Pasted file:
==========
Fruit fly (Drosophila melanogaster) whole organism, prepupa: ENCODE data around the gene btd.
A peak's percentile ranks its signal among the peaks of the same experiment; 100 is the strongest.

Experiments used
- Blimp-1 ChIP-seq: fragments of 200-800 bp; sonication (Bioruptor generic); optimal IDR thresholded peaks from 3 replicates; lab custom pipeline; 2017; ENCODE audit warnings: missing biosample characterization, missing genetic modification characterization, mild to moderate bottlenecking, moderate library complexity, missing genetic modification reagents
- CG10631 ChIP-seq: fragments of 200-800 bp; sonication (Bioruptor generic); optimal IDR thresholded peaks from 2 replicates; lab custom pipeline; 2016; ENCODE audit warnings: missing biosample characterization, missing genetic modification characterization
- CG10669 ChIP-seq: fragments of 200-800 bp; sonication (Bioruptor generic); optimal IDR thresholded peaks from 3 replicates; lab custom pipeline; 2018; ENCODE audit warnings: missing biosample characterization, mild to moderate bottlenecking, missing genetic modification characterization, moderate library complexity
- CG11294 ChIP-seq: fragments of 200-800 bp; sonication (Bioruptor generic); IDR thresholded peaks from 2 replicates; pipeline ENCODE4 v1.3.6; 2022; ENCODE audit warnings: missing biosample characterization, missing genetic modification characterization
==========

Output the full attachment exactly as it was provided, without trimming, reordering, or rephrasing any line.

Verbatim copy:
Fruit fly (Drosophila melanogaster) whole organism, prepupa: ENCODE data around the gene btd.
A peak's percentile ranks its signal among the peaks of the same experiment; 100 is the strongest.

Experiments used
- Blimp-1 ChIP-seq: fragments of 200-800 bp; sonication (Bioruptor generic); optimal IDR thresholded peaks from 3 replicates; lab custom pipeline; 2017; ENCODE audit warnings: missing biosample characterization, missing genetic modification characterization, mild to moderate bottlenecking, moderate library complexity, missing genetic modification reagents
- CG10631 ChIP-seq: fragments of 200-800 bp; sonication (Bioruptor generic); optimal IDR thresholded peaks from 2 replicates; lab custom pipeline; 2016; ENCODE audit warnings: missing biosample characterization, missing genetic modification characterization
- CG10669 ChIP-seq: fragments of 200-800 bp; sonication (Bioruptor generic); optimal IDR thresholded peaks from 3 replicates; lab custom pipeline; 2018; ENCODE audit warnings: missing biosample characterization, mild to moderate bottlenecking, missing genetic modification characterization, moderate library complexity
- CG11294 ChIP-seq: fragments of 200-800 bp; sonication (Bioruptor generic); IDR thresholded peaks from 2 replicates; pipeline ENCODE4 v1.3.6; 2022; ENCODE audit warnings: missing biosample characterization, missing genetic modification characterization